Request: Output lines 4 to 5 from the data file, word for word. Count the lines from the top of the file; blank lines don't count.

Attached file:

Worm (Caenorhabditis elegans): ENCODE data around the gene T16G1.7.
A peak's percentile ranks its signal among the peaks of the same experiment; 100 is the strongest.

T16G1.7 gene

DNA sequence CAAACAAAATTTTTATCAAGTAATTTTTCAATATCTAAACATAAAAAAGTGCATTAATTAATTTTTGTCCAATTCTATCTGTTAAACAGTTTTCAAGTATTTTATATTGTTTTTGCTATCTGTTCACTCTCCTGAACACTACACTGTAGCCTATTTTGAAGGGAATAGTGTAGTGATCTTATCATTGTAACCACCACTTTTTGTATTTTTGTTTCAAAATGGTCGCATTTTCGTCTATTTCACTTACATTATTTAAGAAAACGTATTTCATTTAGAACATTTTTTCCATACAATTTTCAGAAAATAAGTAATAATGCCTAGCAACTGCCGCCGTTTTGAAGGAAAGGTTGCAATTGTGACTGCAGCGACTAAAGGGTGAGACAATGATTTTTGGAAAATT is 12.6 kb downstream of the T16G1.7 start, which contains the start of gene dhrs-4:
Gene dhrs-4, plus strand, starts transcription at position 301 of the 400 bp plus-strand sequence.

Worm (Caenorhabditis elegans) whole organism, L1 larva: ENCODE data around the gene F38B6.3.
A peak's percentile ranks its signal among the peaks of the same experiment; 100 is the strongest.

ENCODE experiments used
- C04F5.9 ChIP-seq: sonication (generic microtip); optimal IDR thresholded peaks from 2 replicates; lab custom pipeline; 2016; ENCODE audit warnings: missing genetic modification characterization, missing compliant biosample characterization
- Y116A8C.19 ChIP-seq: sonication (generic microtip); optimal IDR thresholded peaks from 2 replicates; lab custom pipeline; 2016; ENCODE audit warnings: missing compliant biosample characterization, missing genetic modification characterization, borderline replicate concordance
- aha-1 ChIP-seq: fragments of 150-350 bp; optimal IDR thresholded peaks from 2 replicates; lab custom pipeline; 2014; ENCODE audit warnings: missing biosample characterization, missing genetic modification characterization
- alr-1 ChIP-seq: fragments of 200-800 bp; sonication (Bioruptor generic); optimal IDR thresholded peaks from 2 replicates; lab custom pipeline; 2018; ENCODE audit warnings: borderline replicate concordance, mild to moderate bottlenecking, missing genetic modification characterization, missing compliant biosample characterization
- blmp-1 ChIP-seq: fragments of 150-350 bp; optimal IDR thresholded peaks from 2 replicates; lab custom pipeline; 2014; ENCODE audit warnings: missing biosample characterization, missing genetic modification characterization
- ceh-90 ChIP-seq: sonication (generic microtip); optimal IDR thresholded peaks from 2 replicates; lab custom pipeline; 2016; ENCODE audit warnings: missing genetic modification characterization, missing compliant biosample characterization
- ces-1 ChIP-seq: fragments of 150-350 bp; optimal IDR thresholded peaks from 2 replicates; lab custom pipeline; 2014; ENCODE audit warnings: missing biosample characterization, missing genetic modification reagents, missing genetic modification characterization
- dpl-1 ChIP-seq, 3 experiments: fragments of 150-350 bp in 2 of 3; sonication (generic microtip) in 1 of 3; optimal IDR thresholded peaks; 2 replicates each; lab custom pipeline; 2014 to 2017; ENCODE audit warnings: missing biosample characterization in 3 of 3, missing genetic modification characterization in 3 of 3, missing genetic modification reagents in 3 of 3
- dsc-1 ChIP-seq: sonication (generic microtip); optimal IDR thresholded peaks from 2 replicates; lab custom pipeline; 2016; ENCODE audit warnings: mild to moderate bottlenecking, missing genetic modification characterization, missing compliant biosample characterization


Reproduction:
DNA sequence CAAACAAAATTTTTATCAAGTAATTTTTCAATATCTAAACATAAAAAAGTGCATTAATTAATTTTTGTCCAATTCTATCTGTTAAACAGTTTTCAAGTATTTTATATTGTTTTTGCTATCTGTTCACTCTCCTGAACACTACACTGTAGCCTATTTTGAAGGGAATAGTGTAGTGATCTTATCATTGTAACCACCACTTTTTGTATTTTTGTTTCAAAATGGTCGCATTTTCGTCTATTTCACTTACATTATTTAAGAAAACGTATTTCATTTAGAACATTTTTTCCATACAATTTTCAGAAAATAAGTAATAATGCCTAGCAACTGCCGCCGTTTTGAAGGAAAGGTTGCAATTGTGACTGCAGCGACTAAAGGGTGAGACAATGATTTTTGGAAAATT is 12.6 kb downstream of the T16G1.7 start, which contains the start of gene dhrs-4:
Gene dhrs-4, plus strand, starts transcription at position 301 of the 400 bp plus-strand sequence.